McKinsey’s Retail Launch and the Meaning of “Leading”

Over a 30-year career in media relations and financial public relations, you are going to win some battles and lose some battles. One of my losing battles was the insistence of nearly every company I’ve worked with to describe itself in press releases as “a leading company.”

It is a small thing that goes unremarked on — until a company does something that actually demonstrates leadership.

That brings us to the recent news announcement from consulting firm McKinsey & Company  that they have launched two retail stores, one in Minnesota and one in London. The stores will operate as incubators of new services and technologies that they can eventually sell to their clients.

The media reaction was pervasive and glowing, flagging all of the innovative technologies McKinsey will demo and how retailers will benefit from the data McKinsey provides.

The main element of leadership is obvious: there are a number of large consulting firms that could have done this—but only one that did.

The second element is more subtle, but also more important. McKinsey is a globally known brand, synonymous with very large consulting firms that are hired to produce huge reports consisting of minute detail about whatever challenge they were hired to address.

But they are also the stereotypical 50,000-foot viewers, often removed from the day-to-day challenges of running a business. Yet despite this, they are absolutely certain they have all the answers.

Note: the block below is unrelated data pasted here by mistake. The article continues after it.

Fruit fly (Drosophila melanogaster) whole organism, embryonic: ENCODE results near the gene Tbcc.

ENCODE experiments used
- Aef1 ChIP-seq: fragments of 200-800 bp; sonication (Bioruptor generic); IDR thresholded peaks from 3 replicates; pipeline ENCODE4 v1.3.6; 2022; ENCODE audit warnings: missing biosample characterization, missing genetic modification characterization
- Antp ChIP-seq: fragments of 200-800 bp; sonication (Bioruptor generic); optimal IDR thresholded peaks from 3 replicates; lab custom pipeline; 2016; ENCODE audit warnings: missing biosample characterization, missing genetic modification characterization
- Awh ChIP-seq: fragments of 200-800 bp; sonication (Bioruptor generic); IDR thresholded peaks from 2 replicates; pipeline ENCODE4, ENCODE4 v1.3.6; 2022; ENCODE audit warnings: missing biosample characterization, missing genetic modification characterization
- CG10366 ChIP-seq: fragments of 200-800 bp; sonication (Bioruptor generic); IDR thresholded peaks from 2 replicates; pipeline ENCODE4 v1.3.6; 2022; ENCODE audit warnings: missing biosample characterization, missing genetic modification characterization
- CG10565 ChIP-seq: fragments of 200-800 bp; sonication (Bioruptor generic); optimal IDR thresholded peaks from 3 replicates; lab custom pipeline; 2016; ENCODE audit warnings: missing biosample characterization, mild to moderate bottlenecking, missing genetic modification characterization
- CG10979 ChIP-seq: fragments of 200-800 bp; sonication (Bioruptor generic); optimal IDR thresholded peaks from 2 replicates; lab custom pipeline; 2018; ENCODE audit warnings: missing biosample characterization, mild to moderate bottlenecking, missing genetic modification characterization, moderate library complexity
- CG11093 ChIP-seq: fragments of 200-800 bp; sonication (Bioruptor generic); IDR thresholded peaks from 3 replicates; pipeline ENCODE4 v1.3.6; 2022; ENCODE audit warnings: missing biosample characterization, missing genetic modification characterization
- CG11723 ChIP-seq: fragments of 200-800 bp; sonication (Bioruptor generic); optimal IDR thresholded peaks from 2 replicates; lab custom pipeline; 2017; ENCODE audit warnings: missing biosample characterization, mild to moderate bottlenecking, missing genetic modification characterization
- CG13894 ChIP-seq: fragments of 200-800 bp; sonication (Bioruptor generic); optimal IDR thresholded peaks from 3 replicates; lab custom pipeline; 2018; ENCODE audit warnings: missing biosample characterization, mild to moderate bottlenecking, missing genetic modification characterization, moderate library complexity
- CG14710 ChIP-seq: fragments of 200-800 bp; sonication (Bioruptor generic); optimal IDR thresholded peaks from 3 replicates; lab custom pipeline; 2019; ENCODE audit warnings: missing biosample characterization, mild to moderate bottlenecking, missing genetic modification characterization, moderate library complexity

A classic line from an article in The Economist about twenty years ago perfectly captured this view, describing McKinsey as “a consultancy well-respected by those who work there.”

For McKinsey to devote the time and resources to experiment on the ground level rebuts the most robust and enduring criticism of the firm and how it operates.

In addition to the PR win, McKinsey also enlisted current clients to sell their products  in the stores, further binding them to their advice and future.

In a small way, this current story recalls one from thirty years earlier when General Electric’s plastics unit was the colossus of the U.S. plastics industry. The company’s leadership was determined to prove to Americans that plastics could be used in residential home construction. To prove it, they built an entire house out of plastic. I represented one of GE’s competitors at my first job in public relations, which was when I learned what industry leadership really is. 

It’s nice to see that lesson again.

By Sean Dougherty, Senior Vice President



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